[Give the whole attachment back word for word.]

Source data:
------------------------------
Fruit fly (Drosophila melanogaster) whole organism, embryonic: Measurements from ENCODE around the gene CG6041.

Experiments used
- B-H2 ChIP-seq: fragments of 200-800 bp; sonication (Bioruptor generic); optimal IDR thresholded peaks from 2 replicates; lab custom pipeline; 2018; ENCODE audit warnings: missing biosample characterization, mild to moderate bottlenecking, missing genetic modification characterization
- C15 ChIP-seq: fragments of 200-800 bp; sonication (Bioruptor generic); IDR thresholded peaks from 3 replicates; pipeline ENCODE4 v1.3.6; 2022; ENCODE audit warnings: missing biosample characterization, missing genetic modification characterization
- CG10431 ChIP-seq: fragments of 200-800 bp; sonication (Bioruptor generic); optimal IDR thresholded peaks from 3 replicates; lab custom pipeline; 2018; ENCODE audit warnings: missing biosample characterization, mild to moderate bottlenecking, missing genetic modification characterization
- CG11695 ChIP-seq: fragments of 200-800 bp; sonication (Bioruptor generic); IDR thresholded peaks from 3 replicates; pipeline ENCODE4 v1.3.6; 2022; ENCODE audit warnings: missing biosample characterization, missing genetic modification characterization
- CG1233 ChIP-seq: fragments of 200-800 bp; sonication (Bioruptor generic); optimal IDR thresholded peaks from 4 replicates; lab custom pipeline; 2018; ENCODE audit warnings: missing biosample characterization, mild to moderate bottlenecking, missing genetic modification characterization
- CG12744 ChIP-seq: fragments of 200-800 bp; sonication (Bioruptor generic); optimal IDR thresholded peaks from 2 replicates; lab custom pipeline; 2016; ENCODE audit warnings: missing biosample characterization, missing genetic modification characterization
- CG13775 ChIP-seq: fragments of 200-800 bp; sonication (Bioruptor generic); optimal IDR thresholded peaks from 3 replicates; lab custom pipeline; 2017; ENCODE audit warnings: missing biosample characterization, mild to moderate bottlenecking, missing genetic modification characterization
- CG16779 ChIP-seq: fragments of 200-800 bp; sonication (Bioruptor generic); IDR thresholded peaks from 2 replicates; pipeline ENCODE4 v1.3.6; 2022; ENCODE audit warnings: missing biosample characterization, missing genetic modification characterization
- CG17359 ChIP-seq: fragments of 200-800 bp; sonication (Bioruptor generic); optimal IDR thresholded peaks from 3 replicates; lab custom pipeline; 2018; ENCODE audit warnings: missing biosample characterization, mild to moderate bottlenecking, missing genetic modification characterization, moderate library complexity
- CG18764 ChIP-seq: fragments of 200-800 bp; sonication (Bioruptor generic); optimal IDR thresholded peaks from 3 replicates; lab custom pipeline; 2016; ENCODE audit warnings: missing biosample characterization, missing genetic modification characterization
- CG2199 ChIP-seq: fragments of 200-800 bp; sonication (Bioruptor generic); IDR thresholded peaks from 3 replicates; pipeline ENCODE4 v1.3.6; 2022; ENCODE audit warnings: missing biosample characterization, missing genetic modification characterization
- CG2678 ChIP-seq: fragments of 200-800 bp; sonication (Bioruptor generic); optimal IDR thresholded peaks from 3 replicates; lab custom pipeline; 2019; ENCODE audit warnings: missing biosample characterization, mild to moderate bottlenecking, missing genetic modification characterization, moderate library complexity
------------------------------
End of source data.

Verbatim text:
Fruit fly (Drosophila melanogaster) whole organism, embryonic: Measurements from ENCODE around the gene CG6041.

Experiments used
- B-H2 ChIP-seq: fragments of 200-800 bp; sonication (Bioruptor generic); optimal IDR thresholded peaks from 2 replicates; lab custom pipeline; 2018; ENCODE audit warnings: missing biosample characterization, mild to moderate bottlenecking, missing genetic modification characterization
- C15 ChIP-seq: fragments of 200-800 bp; sonication (Bioruptor generic); IDR thresholded peaks from 3 replicates; pipeline ENCODE4 v1.3.6; 2022; ENCODE audit warnings: missing biosample characterization, missing genetic modification characterization
- CG10431 ChIP-seq: fragments of 200-800 bp; sonication (Bioruptor generic); optimal IDR thresholded peaks from 3 replicates; lab custom pipeline; 2018; ENCODE audit warnings: missing biosample characterization, mild to moderate bottlenecking, missing genetic modification characterization
- CG11695 ChIP-seq: fragments of 200-800 bp; sonication (Bioruptor generic); IDR thresholded peaks from 3 replicates; pipeline ENCODE4 v1.3.6; 2022; ENCODE audit warnings: missing biosample characterization, missing genetic modification characterization
- CG1233 ChIP-seq: fragments of 200-800 bp; sonication (Bioruptor generic); optimal IDR thresholded peaks from 4 replicates; lab custom pipeline; 2018; ENCODE audit warnings: missing biosample characterization, mild to moderate bottlenecking, missing genetic modification characterization
- CG12744 ChIP-seq: fragments of 200-800 bp; sonication (Bioruptor generic); optimal IDR thresholded peaks from 2 replicates; lab custom pipeline; 2016; ENCODE audit warnings: missing biosample characterization, missing genetic modification characterization
- CG13775 ChIP-seq: fragments of 200-800 bp; sonication (Bioruptor generic); optimal IDR thresholded peaks from 3 replicates; lab custom pipeline; 2017; ENCODE audit warnings: missing biosample characterization, mild to moderate bottlenecking, missing genetic modification characterization
- CG16779 ChIP-seq: fragments of 200-800 bp; sonication (Bioruptor generic); IDR thresholded peaks from 2 replicates; pipeline ENCODE4 v1.3.6; 2022; ENCODE audit warnings: missing biosample characterization, missing genetic modification characterization
- CG17359 ChIP-seq: fragments of 200-800 bp; sonication (Bioruptor generic); optimal IDR thresholded peaks from 3 replicates; lab custom pipeline; 2018; ENCODE audit warnings: missing biosample characterization, mild to moderate bottlenecking, missing genetic modification characterization, moderate library complexity
- CG18764 ChIP-seq: fragments of 200-800 bp; sonication (Bioruptor generic); optimal IDR thresholded peaks from 3 replicates; lab custom pipeline; 2016; ENCODE audit warnings: missing biosample characterization, missing genetic modification characterization
- CG2199 ChIP-seq: fragments of 200-800 bp; sonication (Bioruptor generic); IDR thresholded peaks from 3 replicates; pipeline ENCODE4 v1.3.6; 2022; ENCODE audit warnings: missing biosample characterization, missing genetic modification characterization
- CG2678 ChIP-seq: fragments of 200-800 bp; sonication (Bioruptor generic); optimal IDR thresholded peaks from 3 replicates; lab custom pipeline; 2019; ENCODE audit warnings: missing biosample characterization, mild to moderate bottlenecking, missing genetic modification characterization, moderate library complexity